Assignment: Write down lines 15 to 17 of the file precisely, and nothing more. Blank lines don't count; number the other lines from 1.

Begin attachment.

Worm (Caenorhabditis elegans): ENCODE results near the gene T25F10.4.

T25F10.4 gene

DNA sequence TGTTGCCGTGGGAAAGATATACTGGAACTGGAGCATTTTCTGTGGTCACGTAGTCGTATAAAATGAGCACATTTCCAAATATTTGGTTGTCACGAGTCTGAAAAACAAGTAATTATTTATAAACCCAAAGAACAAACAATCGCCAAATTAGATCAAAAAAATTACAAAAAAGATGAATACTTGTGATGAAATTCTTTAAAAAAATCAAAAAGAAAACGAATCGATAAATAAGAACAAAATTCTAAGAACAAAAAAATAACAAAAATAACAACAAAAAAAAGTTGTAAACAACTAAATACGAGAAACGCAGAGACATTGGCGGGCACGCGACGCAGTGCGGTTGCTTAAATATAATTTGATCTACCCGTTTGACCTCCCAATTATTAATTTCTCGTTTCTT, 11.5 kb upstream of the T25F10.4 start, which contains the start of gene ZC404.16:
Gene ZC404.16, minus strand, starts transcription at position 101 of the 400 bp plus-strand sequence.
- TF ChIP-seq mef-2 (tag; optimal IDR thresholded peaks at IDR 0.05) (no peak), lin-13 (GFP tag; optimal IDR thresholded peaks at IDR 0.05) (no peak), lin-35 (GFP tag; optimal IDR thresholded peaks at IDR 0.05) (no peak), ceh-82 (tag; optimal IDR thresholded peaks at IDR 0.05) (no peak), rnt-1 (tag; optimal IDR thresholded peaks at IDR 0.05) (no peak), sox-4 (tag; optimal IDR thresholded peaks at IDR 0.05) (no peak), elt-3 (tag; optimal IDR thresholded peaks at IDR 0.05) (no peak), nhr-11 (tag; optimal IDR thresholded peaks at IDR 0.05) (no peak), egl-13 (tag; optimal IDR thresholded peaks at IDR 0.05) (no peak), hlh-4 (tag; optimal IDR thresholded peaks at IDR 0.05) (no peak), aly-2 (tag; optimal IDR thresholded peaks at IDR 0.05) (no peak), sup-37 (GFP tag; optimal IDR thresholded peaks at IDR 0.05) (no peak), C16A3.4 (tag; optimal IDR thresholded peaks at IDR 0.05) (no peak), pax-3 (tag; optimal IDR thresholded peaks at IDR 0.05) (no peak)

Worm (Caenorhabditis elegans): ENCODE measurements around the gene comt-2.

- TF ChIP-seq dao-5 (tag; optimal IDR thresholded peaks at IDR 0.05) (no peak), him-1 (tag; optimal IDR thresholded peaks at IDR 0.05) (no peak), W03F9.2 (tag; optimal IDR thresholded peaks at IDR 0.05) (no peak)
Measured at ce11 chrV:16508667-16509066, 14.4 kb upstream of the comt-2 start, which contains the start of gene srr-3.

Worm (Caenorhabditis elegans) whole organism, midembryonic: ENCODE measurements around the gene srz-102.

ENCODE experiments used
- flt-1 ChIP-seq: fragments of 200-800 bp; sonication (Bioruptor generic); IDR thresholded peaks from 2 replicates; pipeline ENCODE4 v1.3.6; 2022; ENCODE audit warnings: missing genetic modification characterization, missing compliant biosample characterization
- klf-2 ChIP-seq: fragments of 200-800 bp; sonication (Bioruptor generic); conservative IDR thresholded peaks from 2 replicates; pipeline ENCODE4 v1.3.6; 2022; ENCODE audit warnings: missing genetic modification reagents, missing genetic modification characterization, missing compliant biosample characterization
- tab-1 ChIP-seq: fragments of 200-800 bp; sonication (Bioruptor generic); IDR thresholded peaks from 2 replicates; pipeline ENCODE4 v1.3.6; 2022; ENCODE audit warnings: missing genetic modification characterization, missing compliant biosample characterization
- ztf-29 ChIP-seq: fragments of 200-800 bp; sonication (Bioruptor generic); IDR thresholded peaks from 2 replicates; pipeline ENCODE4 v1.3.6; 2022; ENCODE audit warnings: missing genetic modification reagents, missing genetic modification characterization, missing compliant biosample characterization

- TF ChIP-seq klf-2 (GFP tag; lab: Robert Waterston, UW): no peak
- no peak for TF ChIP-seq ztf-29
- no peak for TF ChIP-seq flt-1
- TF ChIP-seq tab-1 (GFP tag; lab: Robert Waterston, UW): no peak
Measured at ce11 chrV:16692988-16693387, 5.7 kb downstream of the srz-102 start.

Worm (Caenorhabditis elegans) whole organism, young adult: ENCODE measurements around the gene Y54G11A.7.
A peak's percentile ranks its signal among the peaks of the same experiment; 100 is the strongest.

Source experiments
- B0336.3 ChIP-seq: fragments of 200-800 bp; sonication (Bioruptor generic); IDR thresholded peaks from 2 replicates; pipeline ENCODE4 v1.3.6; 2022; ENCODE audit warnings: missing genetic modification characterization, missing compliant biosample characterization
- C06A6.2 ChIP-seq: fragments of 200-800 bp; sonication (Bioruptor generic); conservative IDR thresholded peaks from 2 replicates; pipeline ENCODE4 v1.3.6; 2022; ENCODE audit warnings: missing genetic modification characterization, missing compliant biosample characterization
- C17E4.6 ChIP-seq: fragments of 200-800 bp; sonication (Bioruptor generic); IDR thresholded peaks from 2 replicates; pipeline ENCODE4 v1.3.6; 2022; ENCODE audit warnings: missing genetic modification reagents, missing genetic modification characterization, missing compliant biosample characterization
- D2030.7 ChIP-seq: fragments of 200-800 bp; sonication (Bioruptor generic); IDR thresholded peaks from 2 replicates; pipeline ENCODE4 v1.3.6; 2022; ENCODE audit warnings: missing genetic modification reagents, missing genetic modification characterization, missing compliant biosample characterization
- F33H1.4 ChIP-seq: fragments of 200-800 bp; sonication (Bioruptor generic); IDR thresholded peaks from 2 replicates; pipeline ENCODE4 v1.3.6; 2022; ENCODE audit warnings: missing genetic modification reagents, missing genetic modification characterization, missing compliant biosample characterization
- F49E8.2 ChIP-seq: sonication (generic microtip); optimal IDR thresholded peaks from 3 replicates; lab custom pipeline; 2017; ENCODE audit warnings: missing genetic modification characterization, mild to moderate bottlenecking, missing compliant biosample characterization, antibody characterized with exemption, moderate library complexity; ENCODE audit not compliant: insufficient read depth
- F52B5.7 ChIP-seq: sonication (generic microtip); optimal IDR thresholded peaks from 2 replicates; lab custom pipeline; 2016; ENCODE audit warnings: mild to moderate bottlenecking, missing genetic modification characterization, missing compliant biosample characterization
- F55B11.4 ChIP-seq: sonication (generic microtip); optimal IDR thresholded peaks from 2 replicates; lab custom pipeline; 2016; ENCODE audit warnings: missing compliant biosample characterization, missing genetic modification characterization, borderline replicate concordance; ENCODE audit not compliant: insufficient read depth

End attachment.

- TF ChIP-seq klf-2 (GFP tag; lab: Robert Waterston, UW): no peak
- no peak for TF ChIP-seq ztf-29
- no peak for TF ChIP-seq flt-1